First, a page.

Auburn Football: Rebuilding Auburn's Defense No Small Task for Ellis Johnson
When Gus Malzahn was hired as Auburn's 26th head football coach in early December, he knew exactly who he wanted to lead his defensive unit.
Ellis Johnson is a veteran defensive coordinator who had as bad of a 2012 season as the Auburn football program. In his first year as Southern Mississippi's head coach, he failed to get a win and was relieved of his duties after the season.
Another lofty challenge awaits Johnson as Auburn's defensive coordinator—rebuilding an Auburn defense that was historically bad in 2012.
He inherits a defense that has ranked at the bottom of the SEC in total defense and rushing defense the last two years under two different defensive coordinators; Ted Roof in 2011 and Brian VanGorder in 2012.
Under VanGorder, a distinguished defensive mind in the NFL and college, Auburn gave up an astonishing 420.5 yards a game. Texas A&M, Georgia and Alabama could have put up whatever amount of points they wanted to against the Tigers.
The Aggies' 671 yards of total offense and 63 points was the most ever given up by an Auburn defense at home. Both Georgia and Alabama pumped the brakes after having a comfortable lead at halftime.
After watching film from eight games last year, Johnson and his staff have a good idea of the tools they have at their disposal to get the Auburn defense back to the top of the SEC.
“I’m not interested in what they ran and what worked or what didn’t work,” Johnson told Mike Szvetitz of the Opelika-Auburn News. “We just wanted to get an overall feel for talent level and if something completely jumped out at us if somebody was out of position. We’re not changing the scheme that drastically, because from a 4-3 to a 4-2 is not a real, real overhaul. …But we watched enough to get a good feel for what we’re working with.”
Rebuilding the Auburn defense will not be an overnight process. A new foundation must be laid.
It starts with fixing the fundamental issue of tackling.
Different coaches have different ways of coaching tackling, but at both stops in Gene Chizik's head coaching career, there has been an issue with tackling.
Former Auburn defensive coordinator Paul Rhoads, who succeeded Chizik at Iowa State, did not give a particularly good assessment of how Chizik taught tackling when he was with the Cyclones.
"The first time we put on pads that first spring, we had to shut practice down for about 15 minutes and go back to Tackling 101," Rhoads told ESPN's Pat Forde at the 2010 Big 12 Media Days. "We got their attention, and I think they've improved greatly as a tackling football team."
Chizik, like many others, had an approach that involved flying to the ball carrier and running through him instead of breaking down and being under control when tackling him. With so much tackling in space in today's game with more spread offenses, the lack of tackling fundamentals is exposed much more.
In his introductory press conference, Johnson gave his theory about why tackling may be lacking and he plans to give tackling the attention it deserves (via AuburnTigers.com):
I think what happens sometimes is you get caught up in being an assignment football team and you don't work fundamentals. It's up to a coach to make sure you focus on that during the period of time you've got to do it during the day. One thing that's changed about college football is that it's a more spread out game. There are faster athletes. There are guys doing a better job with the systems, such as Coach Malzahn, and it exposes tackling more now.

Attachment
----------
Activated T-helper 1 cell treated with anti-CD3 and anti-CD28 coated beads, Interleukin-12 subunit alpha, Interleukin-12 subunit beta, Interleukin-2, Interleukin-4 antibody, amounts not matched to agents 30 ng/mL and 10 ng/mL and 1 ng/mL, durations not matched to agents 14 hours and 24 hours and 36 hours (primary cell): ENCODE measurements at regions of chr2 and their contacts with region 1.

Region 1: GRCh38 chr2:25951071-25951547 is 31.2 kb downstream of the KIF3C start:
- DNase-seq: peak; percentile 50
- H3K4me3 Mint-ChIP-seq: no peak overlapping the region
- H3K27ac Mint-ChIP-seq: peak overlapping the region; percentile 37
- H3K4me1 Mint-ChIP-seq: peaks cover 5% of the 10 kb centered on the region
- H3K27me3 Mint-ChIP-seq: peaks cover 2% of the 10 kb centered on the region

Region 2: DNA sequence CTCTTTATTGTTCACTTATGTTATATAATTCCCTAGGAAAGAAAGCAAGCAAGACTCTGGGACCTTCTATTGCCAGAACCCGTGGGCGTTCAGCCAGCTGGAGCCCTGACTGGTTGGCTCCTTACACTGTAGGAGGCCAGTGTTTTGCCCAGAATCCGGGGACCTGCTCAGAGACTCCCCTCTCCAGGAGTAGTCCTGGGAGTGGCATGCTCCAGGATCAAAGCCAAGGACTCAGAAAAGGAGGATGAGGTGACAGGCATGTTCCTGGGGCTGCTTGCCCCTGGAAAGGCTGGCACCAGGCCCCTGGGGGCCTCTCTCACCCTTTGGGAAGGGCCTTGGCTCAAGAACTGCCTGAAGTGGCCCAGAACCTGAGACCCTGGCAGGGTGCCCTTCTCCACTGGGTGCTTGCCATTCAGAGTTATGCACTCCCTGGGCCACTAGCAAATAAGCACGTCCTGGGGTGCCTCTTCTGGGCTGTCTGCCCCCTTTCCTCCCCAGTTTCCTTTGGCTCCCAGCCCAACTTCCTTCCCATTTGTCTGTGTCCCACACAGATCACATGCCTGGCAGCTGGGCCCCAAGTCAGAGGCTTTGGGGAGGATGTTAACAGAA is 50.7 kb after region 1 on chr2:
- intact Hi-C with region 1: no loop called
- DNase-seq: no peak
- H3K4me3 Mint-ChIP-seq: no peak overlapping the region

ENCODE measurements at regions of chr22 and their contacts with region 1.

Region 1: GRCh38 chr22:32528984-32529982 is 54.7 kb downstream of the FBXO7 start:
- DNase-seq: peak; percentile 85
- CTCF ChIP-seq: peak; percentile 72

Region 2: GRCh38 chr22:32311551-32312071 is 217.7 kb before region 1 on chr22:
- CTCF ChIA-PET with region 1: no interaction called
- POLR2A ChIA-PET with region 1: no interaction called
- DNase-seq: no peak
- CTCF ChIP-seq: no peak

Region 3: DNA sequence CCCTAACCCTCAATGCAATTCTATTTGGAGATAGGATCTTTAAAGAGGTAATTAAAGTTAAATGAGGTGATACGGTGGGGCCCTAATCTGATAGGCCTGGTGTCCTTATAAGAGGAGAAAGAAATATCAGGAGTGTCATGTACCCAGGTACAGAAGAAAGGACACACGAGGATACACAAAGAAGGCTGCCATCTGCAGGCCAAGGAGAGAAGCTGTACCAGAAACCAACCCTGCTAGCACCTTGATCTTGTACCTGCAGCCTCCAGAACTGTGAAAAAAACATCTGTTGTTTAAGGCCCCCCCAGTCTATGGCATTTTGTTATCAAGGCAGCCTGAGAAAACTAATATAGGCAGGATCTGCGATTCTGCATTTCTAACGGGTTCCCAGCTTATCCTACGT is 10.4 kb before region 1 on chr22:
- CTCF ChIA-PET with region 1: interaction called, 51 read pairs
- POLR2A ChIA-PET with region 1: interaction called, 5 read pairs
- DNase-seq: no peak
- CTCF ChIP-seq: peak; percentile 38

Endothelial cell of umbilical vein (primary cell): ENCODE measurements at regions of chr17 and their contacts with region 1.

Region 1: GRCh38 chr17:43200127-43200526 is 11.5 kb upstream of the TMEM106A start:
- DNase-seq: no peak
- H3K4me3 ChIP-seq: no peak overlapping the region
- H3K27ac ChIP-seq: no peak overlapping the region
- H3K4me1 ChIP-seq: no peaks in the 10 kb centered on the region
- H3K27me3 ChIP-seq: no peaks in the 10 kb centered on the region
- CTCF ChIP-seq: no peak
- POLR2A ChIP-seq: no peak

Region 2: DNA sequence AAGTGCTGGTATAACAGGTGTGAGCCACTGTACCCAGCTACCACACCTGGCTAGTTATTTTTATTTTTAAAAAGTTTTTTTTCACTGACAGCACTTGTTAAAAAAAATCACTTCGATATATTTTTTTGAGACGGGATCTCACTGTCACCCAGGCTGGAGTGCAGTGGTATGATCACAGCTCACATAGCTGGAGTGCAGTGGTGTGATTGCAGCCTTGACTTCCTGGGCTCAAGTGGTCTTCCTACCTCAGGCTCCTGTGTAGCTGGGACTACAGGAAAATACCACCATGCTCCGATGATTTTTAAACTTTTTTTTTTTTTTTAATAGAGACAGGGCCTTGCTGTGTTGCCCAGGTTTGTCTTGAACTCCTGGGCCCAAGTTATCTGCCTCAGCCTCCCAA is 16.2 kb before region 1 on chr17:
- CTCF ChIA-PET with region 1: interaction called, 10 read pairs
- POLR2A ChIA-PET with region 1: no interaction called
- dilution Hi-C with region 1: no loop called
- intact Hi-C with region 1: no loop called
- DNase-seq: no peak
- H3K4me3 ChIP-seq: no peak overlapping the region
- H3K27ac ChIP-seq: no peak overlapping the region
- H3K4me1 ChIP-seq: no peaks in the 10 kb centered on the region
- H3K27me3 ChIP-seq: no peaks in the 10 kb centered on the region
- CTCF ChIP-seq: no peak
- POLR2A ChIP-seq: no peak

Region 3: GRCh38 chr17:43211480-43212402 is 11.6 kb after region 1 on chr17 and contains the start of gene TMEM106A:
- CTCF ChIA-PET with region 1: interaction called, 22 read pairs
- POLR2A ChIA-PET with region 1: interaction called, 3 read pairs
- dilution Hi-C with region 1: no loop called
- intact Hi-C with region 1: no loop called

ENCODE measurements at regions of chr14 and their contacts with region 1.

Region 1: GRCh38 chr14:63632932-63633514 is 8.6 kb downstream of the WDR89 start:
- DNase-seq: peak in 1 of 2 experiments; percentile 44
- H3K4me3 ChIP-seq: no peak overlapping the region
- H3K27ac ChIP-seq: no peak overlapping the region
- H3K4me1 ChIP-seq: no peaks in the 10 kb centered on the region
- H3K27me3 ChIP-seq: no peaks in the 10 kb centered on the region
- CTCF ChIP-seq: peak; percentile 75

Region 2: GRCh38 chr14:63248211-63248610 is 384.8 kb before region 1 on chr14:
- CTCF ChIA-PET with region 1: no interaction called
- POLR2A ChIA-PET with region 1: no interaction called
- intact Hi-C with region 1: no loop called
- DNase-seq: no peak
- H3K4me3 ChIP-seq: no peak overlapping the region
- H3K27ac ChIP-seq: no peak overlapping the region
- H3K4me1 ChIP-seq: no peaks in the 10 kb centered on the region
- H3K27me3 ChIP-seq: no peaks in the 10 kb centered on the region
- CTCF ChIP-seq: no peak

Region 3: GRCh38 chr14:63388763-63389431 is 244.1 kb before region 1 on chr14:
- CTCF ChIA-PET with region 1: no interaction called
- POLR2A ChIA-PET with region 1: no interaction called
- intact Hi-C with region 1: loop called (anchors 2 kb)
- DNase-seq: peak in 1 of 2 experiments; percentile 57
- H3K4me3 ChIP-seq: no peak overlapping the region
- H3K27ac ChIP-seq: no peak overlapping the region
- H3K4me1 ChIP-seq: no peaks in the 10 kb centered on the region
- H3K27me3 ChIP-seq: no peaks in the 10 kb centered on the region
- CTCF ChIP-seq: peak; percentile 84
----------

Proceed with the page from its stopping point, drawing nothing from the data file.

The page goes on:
Tackling used to be more of a physical collision, strength versus strength, back when I first started coaching. Now it's about angles, it's about speed. It's about a lot of factors to be a good tackling team. You do have to put a lot of attention in it and be careful about getting too much into X's and O's and you forget about the fundamentals.
A lot of Auburn's missed tackles looked like the first play on this video:
In VanGorder's one year on the Plains as defensive coordinator, he was not shy to tell you that Auburn was severely undersized on the defensive side of the ball. It will also be an issue that Johnson faces in 2013.
After getting bullied by the Georgia Bulldogs and losing 38-0, VanGorder gave Ryan Wood of the Opelika-Auburn News a blunt interpretation of what Auburn's issues on defense could be.
“Our defense is not built with size, strength and power right now, and I think that becomes obvious against teams like Georgia and in our first game against Clemson. It shows up. It shows up. Players know it. We talk about it.”
Johnson will have to do a better job of adjusting his defensive scheme to his players than VanGorder did. With Johnson's 4-2-5 defense that features a hybrid "star" position, he should have an easier time of adapting to the size and strength (or lack thereof) on Auburn's defense.
When spring practice begins on March 27, identifying players and where they need to be within the scheme will be a big priority for the defensive coaching staff.
Johnson has taken the right steps to fix the defense thus far, but there is a long way to go for Auburn to be in the conversation with the top defenses in the league.
With steady improvement, Auburn should have a defense that is in the top half of the conference in the second year of Johnson's tenure as defensive coordinator.
At that time, the top defensive prospects signed in the 2013 class will have a year under their belts and all of the players will be accustomed to Johnson's 4-2-5 scheme.
Auburn has a proud defensive tradition and fans simply want to see a defense that is no longer a liability as it has been the past couple of years. Johnson is the right man to fix the Auburn defense, but it will take time.
The Auburn offense will score its points, so just a small increase in defensive production from 2012 will likely result in a couple more Auburn victories.
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